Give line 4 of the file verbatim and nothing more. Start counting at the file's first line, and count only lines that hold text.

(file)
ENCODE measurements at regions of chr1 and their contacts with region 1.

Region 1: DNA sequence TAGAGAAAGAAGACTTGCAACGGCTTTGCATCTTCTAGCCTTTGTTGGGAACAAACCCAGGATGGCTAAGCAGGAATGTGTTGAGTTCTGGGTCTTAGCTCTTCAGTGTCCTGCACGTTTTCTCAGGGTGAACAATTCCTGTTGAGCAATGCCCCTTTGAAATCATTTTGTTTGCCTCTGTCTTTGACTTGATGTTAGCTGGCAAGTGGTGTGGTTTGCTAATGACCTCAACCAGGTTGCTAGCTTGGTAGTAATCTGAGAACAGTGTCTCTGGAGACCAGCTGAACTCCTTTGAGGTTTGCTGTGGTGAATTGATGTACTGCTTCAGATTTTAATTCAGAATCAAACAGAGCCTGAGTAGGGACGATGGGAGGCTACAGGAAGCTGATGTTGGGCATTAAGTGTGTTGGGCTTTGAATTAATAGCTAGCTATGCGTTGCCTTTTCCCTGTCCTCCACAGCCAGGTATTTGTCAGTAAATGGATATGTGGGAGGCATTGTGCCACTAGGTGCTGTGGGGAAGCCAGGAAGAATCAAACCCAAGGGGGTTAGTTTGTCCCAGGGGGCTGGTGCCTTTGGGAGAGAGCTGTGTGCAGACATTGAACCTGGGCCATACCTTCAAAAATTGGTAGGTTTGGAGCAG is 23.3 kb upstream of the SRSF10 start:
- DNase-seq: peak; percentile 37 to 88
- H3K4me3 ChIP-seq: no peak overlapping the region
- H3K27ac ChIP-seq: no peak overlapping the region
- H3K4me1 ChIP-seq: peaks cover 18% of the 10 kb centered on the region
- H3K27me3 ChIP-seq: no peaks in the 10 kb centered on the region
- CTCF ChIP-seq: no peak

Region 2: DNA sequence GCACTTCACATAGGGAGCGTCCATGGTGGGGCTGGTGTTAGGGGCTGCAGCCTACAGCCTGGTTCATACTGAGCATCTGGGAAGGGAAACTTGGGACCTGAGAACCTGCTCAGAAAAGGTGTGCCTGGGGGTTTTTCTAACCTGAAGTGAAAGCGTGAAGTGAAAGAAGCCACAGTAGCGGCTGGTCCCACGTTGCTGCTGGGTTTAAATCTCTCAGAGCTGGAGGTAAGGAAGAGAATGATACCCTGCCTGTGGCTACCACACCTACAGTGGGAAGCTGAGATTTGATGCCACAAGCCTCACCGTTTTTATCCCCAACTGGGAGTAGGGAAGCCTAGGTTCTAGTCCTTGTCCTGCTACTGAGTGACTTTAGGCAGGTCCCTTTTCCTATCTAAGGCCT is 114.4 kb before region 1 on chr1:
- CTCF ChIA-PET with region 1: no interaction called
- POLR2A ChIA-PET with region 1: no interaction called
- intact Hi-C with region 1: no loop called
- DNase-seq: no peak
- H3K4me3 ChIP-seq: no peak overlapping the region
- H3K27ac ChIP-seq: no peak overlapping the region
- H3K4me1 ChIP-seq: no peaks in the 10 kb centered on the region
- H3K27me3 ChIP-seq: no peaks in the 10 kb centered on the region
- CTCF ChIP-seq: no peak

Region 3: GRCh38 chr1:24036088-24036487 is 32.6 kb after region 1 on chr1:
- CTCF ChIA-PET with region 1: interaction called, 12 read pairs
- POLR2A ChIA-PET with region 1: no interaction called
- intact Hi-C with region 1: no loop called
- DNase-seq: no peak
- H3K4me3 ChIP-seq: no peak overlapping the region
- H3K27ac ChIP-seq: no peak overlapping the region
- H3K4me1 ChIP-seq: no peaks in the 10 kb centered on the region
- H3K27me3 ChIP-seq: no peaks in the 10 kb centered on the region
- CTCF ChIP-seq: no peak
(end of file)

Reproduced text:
- H3K4me3 ChIP-seq: no peak overlapping the region